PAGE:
Alternative Treatments To Knee Arthroplasty – Know Your Options Here

by Will Bozeman

If you are considering knee surgery for the discomfort and disability caused by your knee pain, you are certainly not alone. 

Since the first knee replacement was performed in the late 1960s, knee arthroplasty has become a popular and accessible solution for conditions that cause debilitating joint pain and reduced range of motion. 

According to the 2021 American Joint Replacement Registry Annual Report, the number of joint replacement surgeries has increased by 18.3% since 2020. And, between 2012 and 2020, the number of primary knee surgeries performed in the U.S. surged to 1.2 million. 

But despite how popular these surgeries are, they are not always the best option for knee pain – nor the only one. By learning more about alternative treatment options, patients can prevent or delay knee arthroplasty and avoid the cascade of consequences, complications, and side effects of invasive surgical procedures. 

In this guide, you’ll learn more about the implications of arthroplasty and how non-surgical treatments – such as viscosupplementation and neurofunctional therapies – can help protect your knee health. Let’s get started. 

What Is Knee Arthroplasty?

Arthroplasty is a term derived from the Greek words for joint (“arthro”) and molding or grafting (“plastos”). It describes the surgical process that involves reshaping, reconstructing, or replacing one or more components of a joint. Knee arthroplasty is also commonly referred to as “knee replacement surgery”. 

Although orthopedic surgical techniques and tools have been developing significantly since the first arthroplasty was performed in 1968, knee replacement surgery is a complex and often invasive procedure that comes with significant side effects. 

Today, knee arthroplasty is mostly recommended for end-stage symptomatic conditions that have not responded well to pharmaceutical or physical therapies, such as advanced osteoarthritis that has caused structural damages to bones and soft tissues.

If you are in the process of considering knee replacement surgery to treat your knee pain, you are probably wondering what to expect from this procedure. Learn more about it below. 

What To Expect Before A Knee Arthroplasty

Before a knee arthroplasty, your surgeon will take you through the necessary steps to prepare you for the procedure, reduce the risk of complications such as periprosthetic joint infections, and ensure that you are fit for knee surgery. These include:

  • Blood and urine tests
  • Electrocardiograms and X-rays
  • Pre-surgical physical examinations and physical therapy
  • Medication adjustments, such as painkillers
  • Lifestyle changes, such as ceasing smoking 
  • Dental exams to rule out infections and abscesses that could enter the bloodstream, settle onto the surgical areas, and increase the risk of post-surgery infections. 
  • Review of your medical history and other conditions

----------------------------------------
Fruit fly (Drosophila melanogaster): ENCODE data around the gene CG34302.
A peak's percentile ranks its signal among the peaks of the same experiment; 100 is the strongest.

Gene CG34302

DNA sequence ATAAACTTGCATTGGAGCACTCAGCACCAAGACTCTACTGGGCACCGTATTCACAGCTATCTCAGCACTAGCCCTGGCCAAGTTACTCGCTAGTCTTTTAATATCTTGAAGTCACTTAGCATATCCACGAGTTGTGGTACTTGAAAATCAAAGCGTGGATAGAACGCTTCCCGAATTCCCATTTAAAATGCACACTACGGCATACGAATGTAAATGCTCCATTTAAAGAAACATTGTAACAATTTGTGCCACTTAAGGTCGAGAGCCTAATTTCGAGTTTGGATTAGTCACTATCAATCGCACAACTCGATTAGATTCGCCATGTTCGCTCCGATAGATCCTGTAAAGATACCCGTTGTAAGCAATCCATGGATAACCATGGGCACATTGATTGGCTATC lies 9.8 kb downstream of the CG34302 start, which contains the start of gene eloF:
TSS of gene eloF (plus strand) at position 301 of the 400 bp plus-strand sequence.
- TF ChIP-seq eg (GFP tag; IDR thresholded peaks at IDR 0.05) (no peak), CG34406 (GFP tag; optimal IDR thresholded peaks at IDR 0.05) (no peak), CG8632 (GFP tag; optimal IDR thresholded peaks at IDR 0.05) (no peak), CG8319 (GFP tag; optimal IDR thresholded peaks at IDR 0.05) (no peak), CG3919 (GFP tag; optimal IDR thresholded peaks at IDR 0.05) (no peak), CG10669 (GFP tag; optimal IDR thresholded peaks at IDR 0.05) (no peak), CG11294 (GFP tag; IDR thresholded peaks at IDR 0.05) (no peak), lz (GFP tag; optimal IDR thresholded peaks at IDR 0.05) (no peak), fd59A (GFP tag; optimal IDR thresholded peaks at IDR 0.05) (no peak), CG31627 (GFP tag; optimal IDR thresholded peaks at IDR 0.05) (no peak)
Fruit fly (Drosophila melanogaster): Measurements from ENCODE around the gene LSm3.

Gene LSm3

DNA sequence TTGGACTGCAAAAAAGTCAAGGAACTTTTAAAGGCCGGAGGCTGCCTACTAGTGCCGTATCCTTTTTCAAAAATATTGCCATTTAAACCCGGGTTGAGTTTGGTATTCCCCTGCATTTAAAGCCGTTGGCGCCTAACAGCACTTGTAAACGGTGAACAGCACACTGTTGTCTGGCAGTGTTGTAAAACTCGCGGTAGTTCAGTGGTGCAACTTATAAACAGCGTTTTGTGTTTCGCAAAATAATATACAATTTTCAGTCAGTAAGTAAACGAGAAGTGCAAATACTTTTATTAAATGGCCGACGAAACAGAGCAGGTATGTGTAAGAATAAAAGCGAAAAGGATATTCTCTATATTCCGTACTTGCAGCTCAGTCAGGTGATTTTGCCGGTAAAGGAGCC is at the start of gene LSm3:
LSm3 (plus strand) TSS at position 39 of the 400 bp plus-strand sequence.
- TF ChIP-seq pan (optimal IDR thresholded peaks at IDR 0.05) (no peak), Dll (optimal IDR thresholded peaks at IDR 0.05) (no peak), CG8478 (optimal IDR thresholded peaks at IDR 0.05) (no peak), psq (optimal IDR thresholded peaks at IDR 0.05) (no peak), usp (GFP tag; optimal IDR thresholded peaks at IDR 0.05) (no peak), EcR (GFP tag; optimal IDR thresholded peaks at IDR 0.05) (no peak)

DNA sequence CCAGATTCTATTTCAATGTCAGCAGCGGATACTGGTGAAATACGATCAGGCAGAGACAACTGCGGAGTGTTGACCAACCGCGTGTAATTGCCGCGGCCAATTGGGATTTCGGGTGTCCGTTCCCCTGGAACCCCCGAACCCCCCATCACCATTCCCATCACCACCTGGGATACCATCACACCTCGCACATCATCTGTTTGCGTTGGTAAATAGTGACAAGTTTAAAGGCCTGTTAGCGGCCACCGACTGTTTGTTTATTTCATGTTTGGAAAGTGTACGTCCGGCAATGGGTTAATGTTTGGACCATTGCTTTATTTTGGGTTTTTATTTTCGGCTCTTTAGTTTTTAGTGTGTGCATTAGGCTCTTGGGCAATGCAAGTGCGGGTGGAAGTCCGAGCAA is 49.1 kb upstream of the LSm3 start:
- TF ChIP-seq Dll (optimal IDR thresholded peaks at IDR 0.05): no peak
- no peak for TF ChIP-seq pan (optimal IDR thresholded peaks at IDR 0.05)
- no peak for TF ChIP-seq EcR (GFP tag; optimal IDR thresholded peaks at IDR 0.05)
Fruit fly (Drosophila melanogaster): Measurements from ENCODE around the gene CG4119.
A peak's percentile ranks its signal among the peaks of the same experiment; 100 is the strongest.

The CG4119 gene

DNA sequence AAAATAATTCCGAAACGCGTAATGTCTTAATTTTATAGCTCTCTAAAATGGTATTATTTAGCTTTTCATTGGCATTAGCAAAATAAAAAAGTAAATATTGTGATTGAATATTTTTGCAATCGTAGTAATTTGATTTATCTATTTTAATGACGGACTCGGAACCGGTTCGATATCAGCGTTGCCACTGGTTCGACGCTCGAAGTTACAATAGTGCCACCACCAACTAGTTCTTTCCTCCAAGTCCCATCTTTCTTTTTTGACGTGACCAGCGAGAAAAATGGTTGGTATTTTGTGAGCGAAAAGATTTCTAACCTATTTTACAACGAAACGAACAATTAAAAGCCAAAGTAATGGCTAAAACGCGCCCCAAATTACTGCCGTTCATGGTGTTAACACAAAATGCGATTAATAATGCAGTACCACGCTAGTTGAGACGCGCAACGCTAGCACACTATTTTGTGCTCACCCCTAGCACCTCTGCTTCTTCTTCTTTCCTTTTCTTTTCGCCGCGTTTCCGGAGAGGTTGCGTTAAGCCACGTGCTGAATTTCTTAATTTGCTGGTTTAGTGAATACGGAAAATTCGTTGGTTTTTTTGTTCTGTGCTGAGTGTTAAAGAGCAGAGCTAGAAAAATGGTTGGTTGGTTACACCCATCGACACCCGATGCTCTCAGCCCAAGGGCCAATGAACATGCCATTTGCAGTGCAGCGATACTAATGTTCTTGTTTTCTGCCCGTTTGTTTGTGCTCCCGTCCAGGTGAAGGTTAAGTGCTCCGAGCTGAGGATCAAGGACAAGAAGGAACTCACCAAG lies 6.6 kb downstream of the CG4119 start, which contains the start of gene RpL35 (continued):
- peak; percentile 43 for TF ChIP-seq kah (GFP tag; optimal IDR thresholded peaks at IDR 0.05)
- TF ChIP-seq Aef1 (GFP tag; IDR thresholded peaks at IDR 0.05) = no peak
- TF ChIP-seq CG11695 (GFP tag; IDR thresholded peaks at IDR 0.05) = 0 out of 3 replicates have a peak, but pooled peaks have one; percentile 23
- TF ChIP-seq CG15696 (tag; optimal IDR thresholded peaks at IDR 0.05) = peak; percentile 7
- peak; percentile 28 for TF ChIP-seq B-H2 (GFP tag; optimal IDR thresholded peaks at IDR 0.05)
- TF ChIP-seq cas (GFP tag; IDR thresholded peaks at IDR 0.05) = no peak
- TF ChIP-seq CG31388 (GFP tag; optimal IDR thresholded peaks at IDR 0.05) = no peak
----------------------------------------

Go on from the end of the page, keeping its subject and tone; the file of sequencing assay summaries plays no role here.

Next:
How A Knee Arthroplasty Is Performed

The way knee replacement surgeries are performed may vary depending on what area of the knee is affected. However, in general, your surgeon will start by administering a general or regional anesthetic. 

The surgeon will then make an incision in the knee area. The surgeon will insert specialized tools to remove any affected portion of soft and hard tissue (i.e. the cartilage and bones). Then, a metal or plastic implant (prosthesis) will be inserted into position and secured, often using medical cement. Lastly, the surgeon will close the incision and ensure the different parts of the implant can move properly. 

Aftercare And Results

Knee replacement surgery can last anywhere between 1 and 3 hours. The type of care and treatment you’ll need after the intervention largely depends on the extent of the surgery. 

Generally, you will be moved into the recovery room straight after the procedure, and a team of healthcare professionals will monitor for signs of complications. In some cases, you might be able to go home the same day (outpatient procedures), but some patients spend one night or more in the hospital after their surgery. 

Physical therapy usually begins around 48 hours after surgery, and full recovery is usually achieved within 6-12 weeks. In terms of results, knee replacement surgeries can lead to a decrease in knee pain, improved range of motion, and reduced need for pain medications. According to a 2019 study published by the Lancet, 82% of knee surgeries last for up to 25 years. 

There are two main types of knee replacement surgeries: total knee arthroplasty and partial knee arthroplasty. Let’s look at these surgeries in more detail below. 

Total Knee Arthroplasty

Total knee arthroplasty (TKA) surgery is necessary when the entire knee joint needs to be replaced. This happens if all three components of the knee are affected by osteoarthritis or injury and require surgical intervention.

These are:

  • The medial compartment (the inner side of the knee)
  • The lateral compartment (the outer side of the knee)
  • The patellofemoral or anterior compartment (the front of the knee (under the kneecap))